Botulism

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What is botulism?

  • Botulism is a rare, muscle-paralyzing disease caused by a toxin (poisonous substance) made by Clostridium botulinum (C. botulinum), a bacteria found naturally in the soil. There are three main types of botulism: foodborne, infant, and wound. Botulism toxin could be used as a biological weapon because it can be breathed in or swallowed.

How is botulism spread? What are the symptoms?

  • You can get botulism from eating contaminated food or when a wound is contaminated by the bacteria. The disease is not spread from person to person. The amount of exposure to the toxin determines how quickly symptoms appear--from a few hours to several days.
  • Regardless of how the toxin enters the body, the results are the same. As the disease progresses, symptoms may include double or blurred vision, drooping eyelids, slurred speech, difficulty swallowing, dry mouth, and muscle weakness (starts with shoulders and descends through body). Finally, breathing muscles may be paralyzed causing death unless mechanical breathing assistance is available.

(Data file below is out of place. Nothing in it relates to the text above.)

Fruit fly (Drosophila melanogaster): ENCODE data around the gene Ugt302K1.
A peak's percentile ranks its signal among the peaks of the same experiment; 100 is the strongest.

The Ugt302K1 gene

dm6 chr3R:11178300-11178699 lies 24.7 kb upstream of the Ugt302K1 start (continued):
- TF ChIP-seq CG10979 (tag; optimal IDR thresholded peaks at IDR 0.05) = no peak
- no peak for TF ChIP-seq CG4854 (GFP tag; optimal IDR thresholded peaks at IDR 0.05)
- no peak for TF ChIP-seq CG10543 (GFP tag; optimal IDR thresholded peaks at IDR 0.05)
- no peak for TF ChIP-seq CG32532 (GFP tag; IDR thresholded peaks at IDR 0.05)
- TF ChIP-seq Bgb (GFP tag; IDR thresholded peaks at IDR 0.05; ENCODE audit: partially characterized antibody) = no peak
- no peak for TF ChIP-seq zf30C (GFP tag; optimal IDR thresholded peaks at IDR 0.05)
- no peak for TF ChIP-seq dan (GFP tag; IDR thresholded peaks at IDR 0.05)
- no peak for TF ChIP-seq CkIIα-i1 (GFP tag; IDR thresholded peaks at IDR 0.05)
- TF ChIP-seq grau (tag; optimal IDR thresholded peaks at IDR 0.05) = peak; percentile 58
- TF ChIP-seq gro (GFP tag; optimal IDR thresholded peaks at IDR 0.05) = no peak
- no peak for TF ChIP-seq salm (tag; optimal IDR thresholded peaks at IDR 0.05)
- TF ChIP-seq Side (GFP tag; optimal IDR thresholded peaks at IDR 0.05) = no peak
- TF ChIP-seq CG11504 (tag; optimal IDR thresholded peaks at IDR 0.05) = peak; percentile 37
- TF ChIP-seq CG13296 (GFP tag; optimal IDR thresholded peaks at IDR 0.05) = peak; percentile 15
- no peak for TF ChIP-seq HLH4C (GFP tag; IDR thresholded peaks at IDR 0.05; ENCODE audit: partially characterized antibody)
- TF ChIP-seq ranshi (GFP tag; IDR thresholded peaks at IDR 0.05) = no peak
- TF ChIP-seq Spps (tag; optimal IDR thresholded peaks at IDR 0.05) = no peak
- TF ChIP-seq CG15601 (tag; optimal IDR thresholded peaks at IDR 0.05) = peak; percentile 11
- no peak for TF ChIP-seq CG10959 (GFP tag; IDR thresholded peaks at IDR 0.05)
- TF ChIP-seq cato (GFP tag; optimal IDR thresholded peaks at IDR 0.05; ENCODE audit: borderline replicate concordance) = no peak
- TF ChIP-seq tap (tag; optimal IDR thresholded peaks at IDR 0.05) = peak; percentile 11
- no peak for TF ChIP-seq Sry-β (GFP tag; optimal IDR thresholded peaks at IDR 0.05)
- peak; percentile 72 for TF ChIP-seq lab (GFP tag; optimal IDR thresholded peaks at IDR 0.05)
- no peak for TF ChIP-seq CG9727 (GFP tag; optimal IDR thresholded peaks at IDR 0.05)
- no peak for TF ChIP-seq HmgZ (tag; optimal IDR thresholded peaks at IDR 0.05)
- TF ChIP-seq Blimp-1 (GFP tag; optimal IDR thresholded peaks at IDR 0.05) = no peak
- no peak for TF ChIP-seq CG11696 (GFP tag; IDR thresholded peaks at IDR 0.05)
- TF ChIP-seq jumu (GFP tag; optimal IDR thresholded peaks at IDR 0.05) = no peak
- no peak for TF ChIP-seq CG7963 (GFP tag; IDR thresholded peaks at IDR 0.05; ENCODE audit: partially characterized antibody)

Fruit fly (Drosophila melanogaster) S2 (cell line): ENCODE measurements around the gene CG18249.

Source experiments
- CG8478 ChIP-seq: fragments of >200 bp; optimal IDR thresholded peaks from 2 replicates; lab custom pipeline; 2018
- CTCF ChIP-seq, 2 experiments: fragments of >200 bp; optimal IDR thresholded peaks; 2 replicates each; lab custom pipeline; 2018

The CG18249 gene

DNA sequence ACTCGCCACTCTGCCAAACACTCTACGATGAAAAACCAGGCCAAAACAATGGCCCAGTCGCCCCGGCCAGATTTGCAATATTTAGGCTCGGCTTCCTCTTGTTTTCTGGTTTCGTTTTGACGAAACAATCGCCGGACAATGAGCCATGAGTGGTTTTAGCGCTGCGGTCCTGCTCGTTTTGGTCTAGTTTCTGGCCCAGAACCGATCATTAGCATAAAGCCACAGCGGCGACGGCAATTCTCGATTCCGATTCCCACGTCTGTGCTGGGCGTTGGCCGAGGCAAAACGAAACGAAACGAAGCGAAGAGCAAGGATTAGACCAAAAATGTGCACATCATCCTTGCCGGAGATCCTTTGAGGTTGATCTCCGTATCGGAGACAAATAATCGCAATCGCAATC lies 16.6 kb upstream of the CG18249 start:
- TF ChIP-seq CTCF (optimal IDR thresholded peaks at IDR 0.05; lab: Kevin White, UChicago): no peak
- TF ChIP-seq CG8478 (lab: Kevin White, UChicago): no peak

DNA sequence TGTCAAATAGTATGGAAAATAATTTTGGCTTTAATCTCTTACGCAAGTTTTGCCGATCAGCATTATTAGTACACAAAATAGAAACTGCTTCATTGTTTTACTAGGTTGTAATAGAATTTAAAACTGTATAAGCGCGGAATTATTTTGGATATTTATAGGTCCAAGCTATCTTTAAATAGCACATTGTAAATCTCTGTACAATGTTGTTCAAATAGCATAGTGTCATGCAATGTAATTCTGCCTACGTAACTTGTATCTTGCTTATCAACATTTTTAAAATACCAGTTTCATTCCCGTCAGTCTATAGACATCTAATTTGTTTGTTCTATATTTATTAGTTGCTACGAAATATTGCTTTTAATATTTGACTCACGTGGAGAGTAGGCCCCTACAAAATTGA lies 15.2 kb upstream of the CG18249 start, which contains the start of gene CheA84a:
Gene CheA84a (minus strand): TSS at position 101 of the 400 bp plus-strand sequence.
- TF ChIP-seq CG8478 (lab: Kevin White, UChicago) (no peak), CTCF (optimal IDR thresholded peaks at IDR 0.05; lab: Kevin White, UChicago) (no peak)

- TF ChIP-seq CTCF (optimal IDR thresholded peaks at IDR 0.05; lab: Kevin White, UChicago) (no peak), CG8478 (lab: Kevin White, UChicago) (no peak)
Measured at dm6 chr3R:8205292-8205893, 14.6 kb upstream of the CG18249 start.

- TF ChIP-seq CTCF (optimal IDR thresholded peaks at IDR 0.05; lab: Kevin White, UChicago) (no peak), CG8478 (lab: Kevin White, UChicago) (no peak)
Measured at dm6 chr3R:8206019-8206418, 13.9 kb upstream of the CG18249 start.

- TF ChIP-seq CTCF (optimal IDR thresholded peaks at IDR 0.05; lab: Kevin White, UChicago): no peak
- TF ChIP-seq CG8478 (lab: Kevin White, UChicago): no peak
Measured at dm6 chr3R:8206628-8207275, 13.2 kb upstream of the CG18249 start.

• Foodborne botulism occurs when a person eats food contaminated with the toxin-producing bacteria. This usually results from poor home-canning techniques. The first symptoms may include nausea and vomiting. Foodborne botulism can occur in all age groups. The source of the contaminated food must be identified as quickly as possible to prevent others from becoming ill.
    • Infant botulism occurs in a small number of infants each year who have C. botulinum bacteria in their intestinal tract.
    • Wound botulism occurs when wounds are infected with C. botulinum, for example, when a wound is contaminated during an outdoor injury by contact with contaminated soil. The bacteria can only infect damaged skin.

Preventive measures

  • If you have symptoms, please consult a healthcare provider as soon as possible. If you believe you have been intentionally exposed to botulism, you should contact law enforcement officials immediately.
  • There is no vaccine to prevent botulism. You can reduce risk of exposure by following safe food handling and cooking practices and by keeping wounds or cuts clean and properly bandaged.

Treatment for botulism

  • Immediate treatment is essential. The Centers for Disease Control and Prevention maintains a supply of medication to treat botulism. This medication can only be obtained by healthcare providers from health departments when botulism is suspected or confirmed. The medication reduces the severity of symptoms if it is given early. Most patients eventually recover.

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DOH Pub 821-022
Revised - March 2008
Reviewed annually

This document was produced in cooperation with the
Emergency Management Division of the Washington State Military Department.